Anyway the real fortune and popularity of artichokes but beginning in the 16th century. One of the alleged medicinal properties of the artichoke seems to have been to be a powerful aphrodisiac.
However, the beneficial properties of artichoke are many, contains substances for cleansing the liver, is an excellent diuretic, rich in vitamins and revitalizing.
During the Renaissance, he established the cult for artichokes in Rome, so much so that at the height of the season was celebrated a festival called “the carciofolata.” Currently, the festival takes place even close to the area of greatest production of the Roman artichoke Ladispoli, but lost the mood of the ancient event.

Boast of Jewish roman food style: Tortino di aliciotti e indivia

Experience one of the most popular Roman-jewish recipes, a simple pie made with endive, fresh anchovies fillets, garlic, extra virgin olive oil, salt, black pepper.
wash and clean the endive and select tender part of the plant. Choose a oven pan and make layers of endive leaves and anchovies, salt and pepper until you reach the top of the pan. Add olive oil on top.
If you’d like you can add grounded garlic between layers.
Put the oven pan in the oven warmed up at 180 Celsius degrees for 30 minutes. The perfect “tortino” needs to be crispy, to reach this reuslt take the pan out from the oven, drain excess water away and bake it agaon for 15 minutes at 220° Celsius.
Perfect wine pairing: Trebbiano

Boast of Roman traditional food: pane, prosciutto e fichi (bread, prosciutto and figs)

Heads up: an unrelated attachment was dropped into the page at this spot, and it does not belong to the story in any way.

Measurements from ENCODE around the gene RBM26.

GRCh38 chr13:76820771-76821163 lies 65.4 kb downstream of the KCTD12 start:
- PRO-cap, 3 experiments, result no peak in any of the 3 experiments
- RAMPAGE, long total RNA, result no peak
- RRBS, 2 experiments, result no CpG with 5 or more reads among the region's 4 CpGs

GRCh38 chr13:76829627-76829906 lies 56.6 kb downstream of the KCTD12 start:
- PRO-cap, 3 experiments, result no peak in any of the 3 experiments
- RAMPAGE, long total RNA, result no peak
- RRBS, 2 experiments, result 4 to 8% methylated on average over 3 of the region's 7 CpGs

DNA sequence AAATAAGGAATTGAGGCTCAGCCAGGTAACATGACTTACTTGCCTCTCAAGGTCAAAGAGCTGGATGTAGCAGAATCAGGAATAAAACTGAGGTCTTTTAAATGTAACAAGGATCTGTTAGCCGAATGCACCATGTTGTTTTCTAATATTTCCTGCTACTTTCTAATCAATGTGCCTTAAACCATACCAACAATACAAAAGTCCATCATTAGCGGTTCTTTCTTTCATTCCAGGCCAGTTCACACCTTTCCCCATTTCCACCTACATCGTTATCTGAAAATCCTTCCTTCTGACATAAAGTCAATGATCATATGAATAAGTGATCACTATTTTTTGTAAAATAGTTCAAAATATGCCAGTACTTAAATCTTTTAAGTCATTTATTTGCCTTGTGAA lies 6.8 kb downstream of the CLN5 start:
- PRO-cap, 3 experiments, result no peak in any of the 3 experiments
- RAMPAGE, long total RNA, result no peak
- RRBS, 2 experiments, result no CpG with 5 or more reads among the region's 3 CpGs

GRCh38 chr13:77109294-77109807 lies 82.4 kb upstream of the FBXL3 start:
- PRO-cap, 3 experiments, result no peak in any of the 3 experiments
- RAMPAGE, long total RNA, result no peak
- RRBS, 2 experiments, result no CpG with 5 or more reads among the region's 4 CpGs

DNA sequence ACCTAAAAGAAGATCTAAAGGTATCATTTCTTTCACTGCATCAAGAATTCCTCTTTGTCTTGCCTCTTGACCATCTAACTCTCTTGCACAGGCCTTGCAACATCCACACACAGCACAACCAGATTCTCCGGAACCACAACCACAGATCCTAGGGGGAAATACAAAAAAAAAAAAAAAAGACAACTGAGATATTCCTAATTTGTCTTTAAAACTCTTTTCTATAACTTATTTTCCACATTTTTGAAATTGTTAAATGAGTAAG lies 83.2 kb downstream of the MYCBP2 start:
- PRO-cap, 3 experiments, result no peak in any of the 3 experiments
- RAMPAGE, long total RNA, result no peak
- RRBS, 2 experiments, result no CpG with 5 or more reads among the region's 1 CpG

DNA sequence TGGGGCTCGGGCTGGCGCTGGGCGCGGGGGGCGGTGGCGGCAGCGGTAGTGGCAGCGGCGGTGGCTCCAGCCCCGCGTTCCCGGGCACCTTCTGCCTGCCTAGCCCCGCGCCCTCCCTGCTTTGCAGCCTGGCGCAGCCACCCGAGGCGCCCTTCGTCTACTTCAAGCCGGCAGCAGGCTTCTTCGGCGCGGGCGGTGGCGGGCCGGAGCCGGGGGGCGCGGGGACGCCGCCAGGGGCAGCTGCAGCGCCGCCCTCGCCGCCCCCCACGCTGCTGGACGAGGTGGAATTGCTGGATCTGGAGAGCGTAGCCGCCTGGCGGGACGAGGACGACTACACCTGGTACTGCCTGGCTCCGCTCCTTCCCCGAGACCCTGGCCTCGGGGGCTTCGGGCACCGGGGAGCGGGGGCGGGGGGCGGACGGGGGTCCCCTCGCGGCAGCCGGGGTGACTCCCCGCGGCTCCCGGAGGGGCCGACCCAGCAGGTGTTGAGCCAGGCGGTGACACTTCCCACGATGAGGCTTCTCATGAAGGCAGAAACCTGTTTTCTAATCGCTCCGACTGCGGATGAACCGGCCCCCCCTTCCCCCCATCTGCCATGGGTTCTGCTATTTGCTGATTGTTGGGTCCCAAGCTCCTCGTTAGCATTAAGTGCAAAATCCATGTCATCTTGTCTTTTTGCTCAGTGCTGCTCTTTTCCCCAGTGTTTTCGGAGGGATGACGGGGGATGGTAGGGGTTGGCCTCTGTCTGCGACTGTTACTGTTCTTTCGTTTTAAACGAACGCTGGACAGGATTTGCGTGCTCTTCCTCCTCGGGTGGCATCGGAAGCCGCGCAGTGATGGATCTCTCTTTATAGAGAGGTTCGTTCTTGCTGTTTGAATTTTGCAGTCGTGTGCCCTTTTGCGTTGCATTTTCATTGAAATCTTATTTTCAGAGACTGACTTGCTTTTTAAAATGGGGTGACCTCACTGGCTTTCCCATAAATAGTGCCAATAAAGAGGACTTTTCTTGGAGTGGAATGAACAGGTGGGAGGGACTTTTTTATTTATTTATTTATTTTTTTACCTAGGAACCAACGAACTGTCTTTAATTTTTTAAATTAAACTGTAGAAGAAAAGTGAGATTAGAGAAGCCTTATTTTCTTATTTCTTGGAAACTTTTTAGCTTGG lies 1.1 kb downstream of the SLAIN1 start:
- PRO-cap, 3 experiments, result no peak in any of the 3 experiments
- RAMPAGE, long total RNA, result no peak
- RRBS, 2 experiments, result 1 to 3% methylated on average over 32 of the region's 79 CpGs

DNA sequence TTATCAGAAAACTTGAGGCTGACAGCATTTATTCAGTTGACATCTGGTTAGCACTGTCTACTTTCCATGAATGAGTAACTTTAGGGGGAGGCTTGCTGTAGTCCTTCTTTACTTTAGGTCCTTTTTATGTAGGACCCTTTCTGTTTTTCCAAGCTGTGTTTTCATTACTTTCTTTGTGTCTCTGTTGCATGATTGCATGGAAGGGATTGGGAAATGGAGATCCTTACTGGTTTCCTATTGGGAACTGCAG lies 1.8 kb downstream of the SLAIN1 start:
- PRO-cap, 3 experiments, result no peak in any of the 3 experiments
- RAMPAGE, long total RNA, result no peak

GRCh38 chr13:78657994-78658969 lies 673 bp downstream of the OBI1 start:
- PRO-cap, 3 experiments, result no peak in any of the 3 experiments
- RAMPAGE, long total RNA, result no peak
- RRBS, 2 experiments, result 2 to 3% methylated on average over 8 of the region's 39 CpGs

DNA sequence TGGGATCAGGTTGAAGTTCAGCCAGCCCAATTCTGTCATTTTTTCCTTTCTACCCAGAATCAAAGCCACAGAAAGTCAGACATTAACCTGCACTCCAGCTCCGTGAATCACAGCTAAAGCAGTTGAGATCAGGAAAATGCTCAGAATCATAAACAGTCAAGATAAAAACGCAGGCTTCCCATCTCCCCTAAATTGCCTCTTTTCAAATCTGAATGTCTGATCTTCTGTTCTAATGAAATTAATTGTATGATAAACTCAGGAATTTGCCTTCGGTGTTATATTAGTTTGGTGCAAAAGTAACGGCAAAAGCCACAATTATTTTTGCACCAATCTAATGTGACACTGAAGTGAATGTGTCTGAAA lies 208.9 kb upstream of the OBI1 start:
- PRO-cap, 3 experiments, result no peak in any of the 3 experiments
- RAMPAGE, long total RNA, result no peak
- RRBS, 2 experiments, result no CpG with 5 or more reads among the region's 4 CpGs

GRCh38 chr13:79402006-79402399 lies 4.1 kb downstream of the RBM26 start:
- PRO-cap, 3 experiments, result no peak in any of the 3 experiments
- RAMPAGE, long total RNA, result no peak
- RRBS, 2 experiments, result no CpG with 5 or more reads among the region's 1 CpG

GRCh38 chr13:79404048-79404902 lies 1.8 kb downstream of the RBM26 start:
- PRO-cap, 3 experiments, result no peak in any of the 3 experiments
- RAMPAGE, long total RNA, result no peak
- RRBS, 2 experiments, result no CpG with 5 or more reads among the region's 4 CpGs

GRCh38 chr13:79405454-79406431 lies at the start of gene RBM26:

Pane, prosciutto and figs: the best of Roman traditional food

September in Rome: summer is almost over and nature gives us a present: figs. A delicious, black-skin fig that comes only in this period.
Take some fresh homemade bread and put some slices of prosciutto together with figs to discover the incredible match od sweet and salt.
“Pane, prosciutto e fichi” or “pizza prosciutto e fichi” was a typical snack in Rome for long time. Today it is for foodies and traditional food lovers. The secret is simple: quality ingredients!

Pomodori al riso (rice stuffed tomatoes): the summer Roman dish

Rice stuffed tomatoes (the Roman recipe)

Rice stuffed tomatoes are a summer staple of Roman “fast food”, you can find them in every “rosticceria” for a gourmet and healthy lunch or snack.
Juicy tomatoes, smooth rice, and crunchy potatoes, very easy to prepare even for a lot of people, they are at their best eaten at room temperature.

Ingredients

You will need per person:

  • 2 medium-sized rounded, ripe BUT firm tomatoes
  • 3 spoons of rice (best Arborio or Carnaroli, but any NOT parboiled rice is fine)
  • 2 medium-size potatoes

To taste

  • Minced cloves of garlic
  • fresh chopped basil,
  • olive oil
  • salt

 

Preparation

Wash and dry the tomatoes. With a sharp knife, cut the tops off and set aside. You will use them to cover the tomatoes before placing in the oven. With a small knife and spoon remove the pulp inside the tomatoes, be careful not to make a hole.
Put the tomatoes pulp in a bowl, add garlic, basil, salt and a drizzle of olive oil, then toss in the rice and let it rest for at least two hours (or even overnight. The longer, the better).
Peel and cut the potatoes into small but not too thin pieces.
Fill each tomato until about 3/4 full. Do not overfill or your tomatoes will split open when the rice expands!
Place each tomato in a baking pan, greased with a bit of olive oil (or cover with baking paper) and ill in all the holes with the potatoes. Drizzle olive oil over everything and the rest of filling, if you have any, over the potatoes.
Bake in an oven for approximately one hour. Put an eye now and then starting for 45 minutes as, depending on the type of rice, cooking time will vary.